High Points
• The Audeze LCD-X sounds silky smooth and neutral across the entire frequency spectrum, including beautifully rendered, deep bass that will WOW your ears.
• The LCD-X's soundstage is open, transparent, and natural. You will hear subtleties in your music like never before.
• These headphones are extremely comfortable.
• The LCD-X is built fantastically well and will provide years of serious listening enjoyment.

Low Points
• Being compatible with portable devices does not by definition make the LCD-X friendly for being out and about. The size and weight of these headphones make them cumbersome, and their open-back design also makes them highly susceptible to ambient noise.
• Audeze does not include a lightning cable adaptor for the iPhone.
• Despite being a little more efficient than other models in the LCD Series, the LCD-X is still best-mated with a high-quality headphone amp and DAC. iPads and iPhones don't really possess adequate amplification to maximize this headphone's potential. Even the latest generation of high-resolution portable audio devices from Astell & Kern and Sony, which I demoed at CanJam New York City in February--as amazing as they are--still fall a bit short in exploiting the LCD-X's ultimate potential.

Comparison and Competition
The headphone market is incredibly large and fragmented, with a plethora of headphone types and manufacturers. If you are shopping for a new pair of headphones, first you will have to decide if over-the-ear open back, over-the-ear closed back, on-ear open back, on-ear closed back, wireless, in-ear, or even noise cancelling headphones are right for you. If you decide that an over-the-ear open-back design is for you, then you will have to decide between the Audeze LCD-X ($1,699) other Audeze models that are similarly priced, as well as other competitors in the market--like the Oppo PM-1 ($1,099), Mr. Speakers ETHER ($1,499) or ETHER Flow (1,799), and Hi-FiMan Edition X V2 ($1,299).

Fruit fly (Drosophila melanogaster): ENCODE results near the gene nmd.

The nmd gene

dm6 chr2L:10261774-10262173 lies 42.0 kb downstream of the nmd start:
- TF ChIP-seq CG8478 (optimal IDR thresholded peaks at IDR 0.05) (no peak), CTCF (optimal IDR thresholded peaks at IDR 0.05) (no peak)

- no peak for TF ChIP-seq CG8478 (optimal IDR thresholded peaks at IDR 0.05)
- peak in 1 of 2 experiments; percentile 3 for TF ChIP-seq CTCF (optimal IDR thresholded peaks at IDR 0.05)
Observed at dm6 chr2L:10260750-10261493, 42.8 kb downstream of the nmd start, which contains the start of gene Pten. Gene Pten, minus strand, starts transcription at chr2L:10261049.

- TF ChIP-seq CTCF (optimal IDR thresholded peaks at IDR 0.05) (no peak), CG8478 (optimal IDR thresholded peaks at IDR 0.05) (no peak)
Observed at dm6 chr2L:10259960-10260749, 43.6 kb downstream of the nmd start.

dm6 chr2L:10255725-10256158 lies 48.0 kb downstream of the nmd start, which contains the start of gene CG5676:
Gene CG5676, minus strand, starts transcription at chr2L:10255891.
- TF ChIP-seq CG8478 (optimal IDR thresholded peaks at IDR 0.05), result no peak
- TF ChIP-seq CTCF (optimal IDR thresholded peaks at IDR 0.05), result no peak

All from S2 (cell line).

Over-the-ear models that employ more traditional drivers and which are best sellers in audiophile circles include the Sennheiser HD 800 S ($1,699) and Grado GS2000e Statement Series ($1,395).

The Audeze LCD-X headphones are a performance marvel. They sound amazingly spacious, transparent, accurate, fast, detailed, and downright intoxicating. Go listen at your local retailer and prepare to be seduced into buying a pair of your own. Great headphones eliminate interference from flawed room acoustics (yes, we all have them), allowing music to be heard exactly as the artists, producers, and recording engineers intended. The LCD-X delivers on this promise and then some, especially when driven by a dedicated high-quality amplifier and used with high-resolution source material. This is definitely the LCD-X's ideal use case, since this headphone will almost always underperform to its potential when paired solely with portable devices. This is because portable devices, at any cost, lack high-quality amplifiers and digital-to-analog converters. Also, as an open-back headphone, the LCD-X is really meant to be enjoyed in quiet listening conditions, not high-ambient noise environments on the go and outside the home. But at home, under ideal listening conditions, the LCD-X is an absolute winner.

Additional Resources
• Visit the Audeze website for more product information.
Audeze Introduces LCD-i4 In-Ear Monitors at
• Check out our Headphones + Accessories category page to read similar reviews.